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Interleukin-18 Expression in Cystic Fibrosis Lungs*

Edward D. Chan, MD; Hyung-Seok Choi, MD; Carlyne Cool, MD; Frank J. Accurso, MD; Giamila Fantuzzi, PhD
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*From the Divisions of Infectious Diseases (Dr. Fantuzzi) and Pulmonary Sciences and Critical Care Medicine (Dr. Chan), Department of Pathology (Dr. Cool), University of Colorado Health Sciences Center; Cystic Fibrosis Center (Dr. Accurso), Childrens Hospital of Denver; and National Jewish Medical and Research Center (Dr. Choi), Denver, CO.

Correspondence to: Giamila Fantuzzi, PhD, Box B168, Division of Infectious Diseases, Department of Medicine, University of Colorado Health Sciences Center, 4200 East Ninth Ave, Denver, CO 80262; e-mail: giamila.fantuzzi@uchsc.edu



Chest. 2002;121(3_suppl):84S-85S. doi:10.1378/chest.121.3_suppl.84S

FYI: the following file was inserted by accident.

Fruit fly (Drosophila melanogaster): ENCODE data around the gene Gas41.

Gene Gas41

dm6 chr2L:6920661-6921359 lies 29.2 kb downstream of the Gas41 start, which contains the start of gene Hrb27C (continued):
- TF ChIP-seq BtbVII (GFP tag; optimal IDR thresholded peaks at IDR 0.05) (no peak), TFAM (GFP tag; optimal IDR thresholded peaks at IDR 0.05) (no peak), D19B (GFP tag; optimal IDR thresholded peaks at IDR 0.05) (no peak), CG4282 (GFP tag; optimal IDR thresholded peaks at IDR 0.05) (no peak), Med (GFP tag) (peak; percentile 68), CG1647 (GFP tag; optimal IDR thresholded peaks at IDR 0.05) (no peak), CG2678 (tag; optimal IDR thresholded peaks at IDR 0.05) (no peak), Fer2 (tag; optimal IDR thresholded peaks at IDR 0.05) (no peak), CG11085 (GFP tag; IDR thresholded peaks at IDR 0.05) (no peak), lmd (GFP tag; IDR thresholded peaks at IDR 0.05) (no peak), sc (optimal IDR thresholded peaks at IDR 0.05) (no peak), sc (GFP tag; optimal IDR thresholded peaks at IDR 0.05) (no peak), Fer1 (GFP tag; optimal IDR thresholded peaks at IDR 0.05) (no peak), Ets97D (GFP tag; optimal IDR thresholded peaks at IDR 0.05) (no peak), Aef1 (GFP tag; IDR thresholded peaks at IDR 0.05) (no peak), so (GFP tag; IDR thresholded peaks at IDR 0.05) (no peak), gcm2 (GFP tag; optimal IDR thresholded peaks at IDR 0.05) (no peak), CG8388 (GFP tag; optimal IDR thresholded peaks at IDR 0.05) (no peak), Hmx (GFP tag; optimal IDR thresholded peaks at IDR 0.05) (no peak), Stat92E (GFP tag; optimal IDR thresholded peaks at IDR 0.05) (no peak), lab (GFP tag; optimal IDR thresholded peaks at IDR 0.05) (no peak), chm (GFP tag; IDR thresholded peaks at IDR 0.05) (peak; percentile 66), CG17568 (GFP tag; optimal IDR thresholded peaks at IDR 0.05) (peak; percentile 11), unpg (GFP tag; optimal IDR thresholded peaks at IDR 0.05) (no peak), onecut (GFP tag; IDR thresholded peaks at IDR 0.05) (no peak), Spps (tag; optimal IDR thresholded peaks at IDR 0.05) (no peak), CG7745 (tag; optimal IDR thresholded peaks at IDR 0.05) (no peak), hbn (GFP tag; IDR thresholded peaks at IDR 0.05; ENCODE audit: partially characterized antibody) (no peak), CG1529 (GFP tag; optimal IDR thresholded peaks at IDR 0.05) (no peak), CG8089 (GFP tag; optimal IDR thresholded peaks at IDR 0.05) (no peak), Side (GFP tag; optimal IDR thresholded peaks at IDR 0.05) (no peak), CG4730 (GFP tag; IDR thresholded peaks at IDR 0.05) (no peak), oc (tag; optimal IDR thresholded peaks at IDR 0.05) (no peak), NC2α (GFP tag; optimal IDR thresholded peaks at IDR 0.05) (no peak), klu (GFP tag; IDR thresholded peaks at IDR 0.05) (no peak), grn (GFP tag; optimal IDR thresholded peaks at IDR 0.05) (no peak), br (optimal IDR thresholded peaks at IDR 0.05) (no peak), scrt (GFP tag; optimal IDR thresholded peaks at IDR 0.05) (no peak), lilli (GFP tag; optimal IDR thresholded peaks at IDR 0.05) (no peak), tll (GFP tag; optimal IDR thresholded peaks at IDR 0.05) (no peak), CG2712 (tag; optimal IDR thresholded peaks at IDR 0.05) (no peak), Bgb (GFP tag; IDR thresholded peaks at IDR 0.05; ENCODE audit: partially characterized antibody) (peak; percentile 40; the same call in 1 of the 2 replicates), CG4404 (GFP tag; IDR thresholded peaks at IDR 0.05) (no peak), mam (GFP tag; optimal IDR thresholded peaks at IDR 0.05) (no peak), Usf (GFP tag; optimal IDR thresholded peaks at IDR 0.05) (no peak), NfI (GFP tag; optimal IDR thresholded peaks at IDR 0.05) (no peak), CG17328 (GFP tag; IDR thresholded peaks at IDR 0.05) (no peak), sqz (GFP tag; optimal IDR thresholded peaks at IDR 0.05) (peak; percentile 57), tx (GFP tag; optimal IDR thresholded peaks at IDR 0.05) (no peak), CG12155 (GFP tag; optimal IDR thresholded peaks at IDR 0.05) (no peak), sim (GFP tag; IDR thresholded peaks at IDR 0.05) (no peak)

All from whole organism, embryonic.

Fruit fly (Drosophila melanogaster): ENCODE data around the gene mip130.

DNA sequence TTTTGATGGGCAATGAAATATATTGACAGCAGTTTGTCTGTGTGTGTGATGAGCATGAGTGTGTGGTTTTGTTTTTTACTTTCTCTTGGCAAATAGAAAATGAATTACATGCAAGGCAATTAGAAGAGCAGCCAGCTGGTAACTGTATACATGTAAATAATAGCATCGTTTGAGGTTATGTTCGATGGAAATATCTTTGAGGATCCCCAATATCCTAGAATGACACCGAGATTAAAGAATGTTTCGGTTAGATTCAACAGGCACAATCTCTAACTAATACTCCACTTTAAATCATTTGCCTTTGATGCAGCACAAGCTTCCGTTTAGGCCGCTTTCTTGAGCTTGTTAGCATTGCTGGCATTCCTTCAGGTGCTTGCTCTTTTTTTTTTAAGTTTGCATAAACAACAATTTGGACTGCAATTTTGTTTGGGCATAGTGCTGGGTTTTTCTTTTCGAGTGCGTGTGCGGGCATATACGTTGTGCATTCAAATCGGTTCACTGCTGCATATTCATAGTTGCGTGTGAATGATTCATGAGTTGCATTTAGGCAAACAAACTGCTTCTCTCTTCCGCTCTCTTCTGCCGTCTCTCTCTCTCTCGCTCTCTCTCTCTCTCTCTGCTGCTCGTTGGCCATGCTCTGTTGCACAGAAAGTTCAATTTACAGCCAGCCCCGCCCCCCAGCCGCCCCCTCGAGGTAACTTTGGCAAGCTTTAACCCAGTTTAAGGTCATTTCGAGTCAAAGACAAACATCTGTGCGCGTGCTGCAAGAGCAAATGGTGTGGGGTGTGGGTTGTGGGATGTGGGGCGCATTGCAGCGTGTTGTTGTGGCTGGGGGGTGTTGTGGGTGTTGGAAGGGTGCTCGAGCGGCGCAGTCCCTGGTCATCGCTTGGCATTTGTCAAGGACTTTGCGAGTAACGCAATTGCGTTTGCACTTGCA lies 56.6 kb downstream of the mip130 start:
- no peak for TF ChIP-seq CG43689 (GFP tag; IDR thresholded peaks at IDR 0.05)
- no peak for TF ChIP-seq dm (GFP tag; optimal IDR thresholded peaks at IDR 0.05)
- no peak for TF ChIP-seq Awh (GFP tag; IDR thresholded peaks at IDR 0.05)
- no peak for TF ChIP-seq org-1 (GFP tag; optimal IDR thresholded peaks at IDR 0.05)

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A primary dysregulation of pulmonary inflammation has been proposed as a mechanism leading to airways disease in patients with cystic fibrosis (CF).1 Proinflammatory cytokines, such as tumor necrosis factor-α and interleukin (IL)-8, are elevated in the BAL fluid and sputum of CF patients. Although only a few reports have examined T-helper 1 vs T-helper 2 cytokine expression in CF patients, they suggest a relative defect in T-helper 1 cytokine response. For example, peripheral blood lymphocytes from CF patients produced significantly lower levels of interferon (IFN)-γ compared to lymphocytes from a control group when stimulated in vitro with anti-CD3.2 Furthermore, IFN-γ has been shown to inhibit the production of IL-8 and other proinflammatory cytokines.3 IL-18, a cytokine constitutively produced by macrophages and epithelial cells, induces IFN-γ in T cells. We undertook a study to examine the expression of IL-18 in children with CF. IL-18 levels were measured in the BAL fluid of 17 CF patients (median age, 12 years; age range, 4 months to 25 years) and compared to the levels observed in a control population comprised of 11 subjects with various pathologic conditions. Of the 17 CF subjects, only 3 subjects had detectable IL-18 levels (23 pg/mL, 26 pg/mL, and 37 pg/mL). However, IL-18 was above the detection limit in each subject of the control group (median, 78 pg/mL; mean ± SEM, 261 ± 118 pg/mL) [Fig. 1]. As expected, both IL-8 and IL-1β levels were significantly elevated in the same BAL fluids of CF patients compared to the control group . The IL-1β levels were 124 ± 37 pg/mL in the CF patients and 11 ± 1 pg/mL in the non-CF control subjects (p < 0.001); the IL-8 levels were 645 ± 149 pg/mL in the CF group and 167 ± 101 pg/mL in the non-CF control subjects (p < 0.01). The addition of protease inhibitors to the BAL fluid at the time of collection did not alter IL-18 immunoreactivity, suggesting that neutrophil-derived proteases did not degrade IL-18. In contrast, preliminary results from immunohistochemistry staining of CF lungs for IL-18 revealed abundant expression of IL-18 in the epithelial cells and macrophages compared to lungs from normal control subjects. Ongoing experiments suggest that the BAL of the majority of CF patients contains a factor—not present in the BAL of non-CF patients—that interferes with IL-18 detection. In fact, recovery of exogenous recombinant IL-18 from CF BAL was strongly inhibited compared to non-CF BAL. The presence of this factor would solve the apparent contradiction between reduced levels of IL-18 in the BAL and abundant IL-18 tissue expression in CF patients.

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